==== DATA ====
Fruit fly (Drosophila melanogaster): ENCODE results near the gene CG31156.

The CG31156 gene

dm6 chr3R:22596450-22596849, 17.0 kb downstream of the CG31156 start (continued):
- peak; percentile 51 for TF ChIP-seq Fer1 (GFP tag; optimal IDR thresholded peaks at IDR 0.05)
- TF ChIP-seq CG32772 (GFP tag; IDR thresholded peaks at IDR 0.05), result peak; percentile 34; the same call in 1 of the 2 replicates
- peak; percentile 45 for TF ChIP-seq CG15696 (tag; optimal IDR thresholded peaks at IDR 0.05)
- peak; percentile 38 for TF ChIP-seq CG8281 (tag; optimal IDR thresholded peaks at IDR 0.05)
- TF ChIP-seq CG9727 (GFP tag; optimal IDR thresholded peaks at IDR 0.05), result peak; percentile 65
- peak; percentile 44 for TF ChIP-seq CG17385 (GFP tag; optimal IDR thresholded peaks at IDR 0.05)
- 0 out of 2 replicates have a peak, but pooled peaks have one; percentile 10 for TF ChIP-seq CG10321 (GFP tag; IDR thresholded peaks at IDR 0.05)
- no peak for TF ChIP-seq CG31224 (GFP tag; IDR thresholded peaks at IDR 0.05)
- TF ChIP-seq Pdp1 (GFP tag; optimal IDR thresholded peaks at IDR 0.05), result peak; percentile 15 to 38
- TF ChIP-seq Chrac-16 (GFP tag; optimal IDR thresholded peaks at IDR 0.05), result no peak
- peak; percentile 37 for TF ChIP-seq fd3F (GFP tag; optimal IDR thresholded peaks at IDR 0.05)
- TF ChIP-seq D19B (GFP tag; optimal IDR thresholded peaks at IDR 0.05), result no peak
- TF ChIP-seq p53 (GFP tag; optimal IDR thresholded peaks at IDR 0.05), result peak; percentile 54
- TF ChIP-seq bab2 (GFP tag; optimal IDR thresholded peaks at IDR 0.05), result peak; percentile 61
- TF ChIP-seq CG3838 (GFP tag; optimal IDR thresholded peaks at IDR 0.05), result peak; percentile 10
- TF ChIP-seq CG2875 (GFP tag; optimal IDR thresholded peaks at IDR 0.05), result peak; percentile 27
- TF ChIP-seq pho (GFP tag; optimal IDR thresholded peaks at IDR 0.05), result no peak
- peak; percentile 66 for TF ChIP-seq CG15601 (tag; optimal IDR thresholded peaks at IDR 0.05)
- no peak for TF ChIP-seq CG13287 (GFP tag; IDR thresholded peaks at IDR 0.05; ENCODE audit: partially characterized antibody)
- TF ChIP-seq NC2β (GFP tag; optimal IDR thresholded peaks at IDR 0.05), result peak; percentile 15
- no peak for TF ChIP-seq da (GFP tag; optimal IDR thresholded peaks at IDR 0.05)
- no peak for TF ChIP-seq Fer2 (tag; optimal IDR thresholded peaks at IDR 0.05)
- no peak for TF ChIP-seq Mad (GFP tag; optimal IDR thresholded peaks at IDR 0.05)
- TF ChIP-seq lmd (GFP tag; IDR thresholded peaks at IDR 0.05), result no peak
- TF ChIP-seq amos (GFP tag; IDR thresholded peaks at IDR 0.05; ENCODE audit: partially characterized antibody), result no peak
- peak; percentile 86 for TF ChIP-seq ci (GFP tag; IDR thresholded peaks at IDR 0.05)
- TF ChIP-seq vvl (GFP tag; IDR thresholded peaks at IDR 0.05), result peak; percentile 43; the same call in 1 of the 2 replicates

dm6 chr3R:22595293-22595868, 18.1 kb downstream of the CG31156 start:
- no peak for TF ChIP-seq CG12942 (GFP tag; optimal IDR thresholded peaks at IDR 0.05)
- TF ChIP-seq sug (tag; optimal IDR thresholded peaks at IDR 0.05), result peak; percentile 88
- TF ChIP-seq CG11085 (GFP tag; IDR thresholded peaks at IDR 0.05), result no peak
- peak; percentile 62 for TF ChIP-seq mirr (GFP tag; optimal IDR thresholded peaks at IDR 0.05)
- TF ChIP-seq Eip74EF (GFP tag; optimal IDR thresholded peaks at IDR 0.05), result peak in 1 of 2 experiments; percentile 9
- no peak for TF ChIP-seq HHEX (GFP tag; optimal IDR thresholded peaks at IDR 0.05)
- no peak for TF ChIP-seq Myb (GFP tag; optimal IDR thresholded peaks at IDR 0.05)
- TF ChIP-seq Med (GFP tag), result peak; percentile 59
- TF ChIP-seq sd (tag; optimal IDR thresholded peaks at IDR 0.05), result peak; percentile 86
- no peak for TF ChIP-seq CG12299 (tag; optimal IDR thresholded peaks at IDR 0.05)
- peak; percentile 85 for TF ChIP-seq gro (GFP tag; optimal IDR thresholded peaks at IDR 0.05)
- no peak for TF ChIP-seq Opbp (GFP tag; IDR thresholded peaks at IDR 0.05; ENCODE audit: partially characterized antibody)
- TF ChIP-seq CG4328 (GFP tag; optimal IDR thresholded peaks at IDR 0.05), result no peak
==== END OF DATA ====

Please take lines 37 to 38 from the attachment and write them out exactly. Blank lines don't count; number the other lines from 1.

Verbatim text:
- no peak for TF ChIP-seq HHEX (GFP tag; optimal IDR thresholded peaks at IDR 0.05)
- no peak for TF ChIP-seq Myb (GFP tag; optimal IDR thresholded peaks at IDR 0.05)